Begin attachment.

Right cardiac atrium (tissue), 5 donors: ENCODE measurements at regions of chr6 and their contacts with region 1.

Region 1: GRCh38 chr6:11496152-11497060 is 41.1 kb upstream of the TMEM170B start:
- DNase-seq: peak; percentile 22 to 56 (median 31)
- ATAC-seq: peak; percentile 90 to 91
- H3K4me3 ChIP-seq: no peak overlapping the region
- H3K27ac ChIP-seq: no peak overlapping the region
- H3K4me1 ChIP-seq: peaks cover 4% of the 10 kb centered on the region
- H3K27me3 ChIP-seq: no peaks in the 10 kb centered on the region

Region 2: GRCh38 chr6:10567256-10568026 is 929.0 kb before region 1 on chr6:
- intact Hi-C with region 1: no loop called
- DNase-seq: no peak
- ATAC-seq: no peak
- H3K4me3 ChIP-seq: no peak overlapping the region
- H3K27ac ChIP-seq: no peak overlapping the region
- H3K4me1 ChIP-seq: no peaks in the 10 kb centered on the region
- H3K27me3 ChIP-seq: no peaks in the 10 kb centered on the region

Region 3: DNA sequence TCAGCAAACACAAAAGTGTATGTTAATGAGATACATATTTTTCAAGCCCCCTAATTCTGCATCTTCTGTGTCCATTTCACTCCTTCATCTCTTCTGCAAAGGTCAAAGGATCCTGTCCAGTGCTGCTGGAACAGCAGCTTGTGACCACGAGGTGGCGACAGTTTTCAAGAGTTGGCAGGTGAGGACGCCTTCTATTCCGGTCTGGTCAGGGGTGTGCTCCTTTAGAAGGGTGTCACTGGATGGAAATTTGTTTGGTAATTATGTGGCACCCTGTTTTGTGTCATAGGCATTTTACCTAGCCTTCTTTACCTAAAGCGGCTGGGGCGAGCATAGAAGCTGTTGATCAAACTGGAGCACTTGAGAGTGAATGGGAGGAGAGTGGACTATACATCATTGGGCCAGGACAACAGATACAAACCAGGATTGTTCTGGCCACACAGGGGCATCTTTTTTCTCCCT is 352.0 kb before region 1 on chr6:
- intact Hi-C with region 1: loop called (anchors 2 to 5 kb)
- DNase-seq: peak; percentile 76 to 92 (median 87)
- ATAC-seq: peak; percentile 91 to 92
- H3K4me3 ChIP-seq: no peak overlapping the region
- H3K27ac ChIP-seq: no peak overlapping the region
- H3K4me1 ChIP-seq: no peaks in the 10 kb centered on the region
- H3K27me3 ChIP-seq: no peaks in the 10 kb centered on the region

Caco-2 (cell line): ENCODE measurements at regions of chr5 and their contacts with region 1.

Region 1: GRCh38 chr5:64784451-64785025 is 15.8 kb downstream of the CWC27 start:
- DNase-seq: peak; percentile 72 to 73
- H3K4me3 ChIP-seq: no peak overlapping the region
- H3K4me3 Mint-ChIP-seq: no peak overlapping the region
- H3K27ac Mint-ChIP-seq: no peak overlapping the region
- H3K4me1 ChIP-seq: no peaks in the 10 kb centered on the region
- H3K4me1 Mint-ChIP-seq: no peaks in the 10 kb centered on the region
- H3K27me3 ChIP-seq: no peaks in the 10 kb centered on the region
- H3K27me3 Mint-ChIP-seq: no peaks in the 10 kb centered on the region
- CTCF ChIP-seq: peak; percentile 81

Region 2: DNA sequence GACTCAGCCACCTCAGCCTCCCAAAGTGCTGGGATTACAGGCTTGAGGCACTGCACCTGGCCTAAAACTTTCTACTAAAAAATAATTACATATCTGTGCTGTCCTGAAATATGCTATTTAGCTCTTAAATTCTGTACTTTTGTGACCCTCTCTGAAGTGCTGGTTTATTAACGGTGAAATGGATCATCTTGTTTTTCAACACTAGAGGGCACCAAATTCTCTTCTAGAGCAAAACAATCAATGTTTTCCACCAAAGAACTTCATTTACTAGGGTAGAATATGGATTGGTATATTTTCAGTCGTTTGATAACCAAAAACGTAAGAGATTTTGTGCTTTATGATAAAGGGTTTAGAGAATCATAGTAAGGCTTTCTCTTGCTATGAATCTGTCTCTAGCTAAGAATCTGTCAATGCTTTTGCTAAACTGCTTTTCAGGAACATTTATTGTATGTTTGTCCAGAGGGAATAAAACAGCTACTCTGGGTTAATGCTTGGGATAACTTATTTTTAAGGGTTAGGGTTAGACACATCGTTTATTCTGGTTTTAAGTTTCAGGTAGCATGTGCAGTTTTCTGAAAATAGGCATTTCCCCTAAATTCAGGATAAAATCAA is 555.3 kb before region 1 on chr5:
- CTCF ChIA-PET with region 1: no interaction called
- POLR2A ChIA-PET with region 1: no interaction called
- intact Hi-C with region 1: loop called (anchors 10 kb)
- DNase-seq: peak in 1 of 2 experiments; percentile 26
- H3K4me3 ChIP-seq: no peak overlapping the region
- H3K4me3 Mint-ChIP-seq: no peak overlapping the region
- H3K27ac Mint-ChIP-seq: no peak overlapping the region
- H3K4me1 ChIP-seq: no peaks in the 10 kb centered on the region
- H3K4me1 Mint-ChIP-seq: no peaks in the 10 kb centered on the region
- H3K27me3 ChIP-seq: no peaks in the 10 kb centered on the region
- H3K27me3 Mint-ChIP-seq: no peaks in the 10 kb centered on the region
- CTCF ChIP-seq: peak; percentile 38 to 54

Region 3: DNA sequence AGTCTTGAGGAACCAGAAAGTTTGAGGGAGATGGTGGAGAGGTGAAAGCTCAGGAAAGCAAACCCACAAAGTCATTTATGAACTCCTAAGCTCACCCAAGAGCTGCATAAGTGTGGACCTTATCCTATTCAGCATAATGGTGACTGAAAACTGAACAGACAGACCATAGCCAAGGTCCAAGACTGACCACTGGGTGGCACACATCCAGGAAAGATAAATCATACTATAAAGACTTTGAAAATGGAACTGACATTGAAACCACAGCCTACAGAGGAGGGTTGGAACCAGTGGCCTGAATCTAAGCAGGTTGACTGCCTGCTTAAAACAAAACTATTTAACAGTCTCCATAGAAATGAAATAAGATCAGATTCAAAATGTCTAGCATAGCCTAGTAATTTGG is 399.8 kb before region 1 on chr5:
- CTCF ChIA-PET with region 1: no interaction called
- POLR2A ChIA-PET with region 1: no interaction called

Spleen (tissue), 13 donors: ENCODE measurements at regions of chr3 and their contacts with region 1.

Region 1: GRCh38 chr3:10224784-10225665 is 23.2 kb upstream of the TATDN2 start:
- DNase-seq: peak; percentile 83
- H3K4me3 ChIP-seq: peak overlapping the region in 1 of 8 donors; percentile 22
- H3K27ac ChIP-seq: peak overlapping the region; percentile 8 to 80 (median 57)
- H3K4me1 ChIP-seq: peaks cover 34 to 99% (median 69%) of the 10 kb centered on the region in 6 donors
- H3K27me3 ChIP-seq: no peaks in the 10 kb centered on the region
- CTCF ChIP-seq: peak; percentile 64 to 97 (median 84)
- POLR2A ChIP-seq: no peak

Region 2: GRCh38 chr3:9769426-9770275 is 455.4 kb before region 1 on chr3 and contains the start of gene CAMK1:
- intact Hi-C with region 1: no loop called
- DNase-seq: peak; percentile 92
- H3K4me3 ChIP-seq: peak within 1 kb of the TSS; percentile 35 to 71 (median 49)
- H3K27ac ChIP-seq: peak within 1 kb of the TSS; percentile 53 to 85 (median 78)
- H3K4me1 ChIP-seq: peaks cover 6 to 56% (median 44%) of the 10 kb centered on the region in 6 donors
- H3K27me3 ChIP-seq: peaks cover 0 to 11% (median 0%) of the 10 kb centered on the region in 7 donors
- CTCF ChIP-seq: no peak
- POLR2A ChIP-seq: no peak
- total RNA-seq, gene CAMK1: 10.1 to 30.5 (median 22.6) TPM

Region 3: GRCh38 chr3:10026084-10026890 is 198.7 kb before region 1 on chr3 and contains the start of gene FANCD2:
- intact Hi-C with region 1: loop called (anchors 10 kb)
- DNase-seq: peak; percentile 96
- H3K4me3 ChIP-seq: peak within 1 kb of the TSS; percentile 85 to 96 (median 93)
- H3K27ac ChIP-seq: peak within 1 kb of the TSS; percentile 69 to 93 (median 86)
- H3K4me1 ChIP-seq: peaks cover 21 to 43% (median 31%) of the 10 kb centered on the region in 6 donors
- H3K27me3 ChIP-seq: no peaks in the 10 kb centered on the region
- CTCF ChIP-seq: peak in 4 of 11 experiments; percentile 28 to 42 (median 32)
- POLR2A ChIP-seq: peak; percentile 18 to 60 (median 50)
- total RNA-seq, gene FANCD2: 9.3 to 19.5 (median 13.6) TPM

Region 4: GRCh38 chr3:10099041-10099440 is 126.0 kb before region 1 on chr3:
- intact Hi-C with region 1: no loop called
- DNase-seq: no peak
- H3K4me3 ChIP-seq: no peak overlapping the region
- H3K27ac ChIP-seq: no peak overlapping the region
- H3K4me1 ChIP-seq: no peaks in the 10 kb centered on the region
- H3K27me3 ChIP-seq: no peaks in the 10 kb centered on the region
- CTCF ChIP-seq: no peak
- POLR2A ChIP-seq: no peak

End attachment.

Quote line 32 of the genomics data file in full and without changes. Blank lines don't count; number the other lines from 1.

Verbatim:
- H3K4me1 Mint-ChIP-seq: no peaks in the 10 kb centered on the region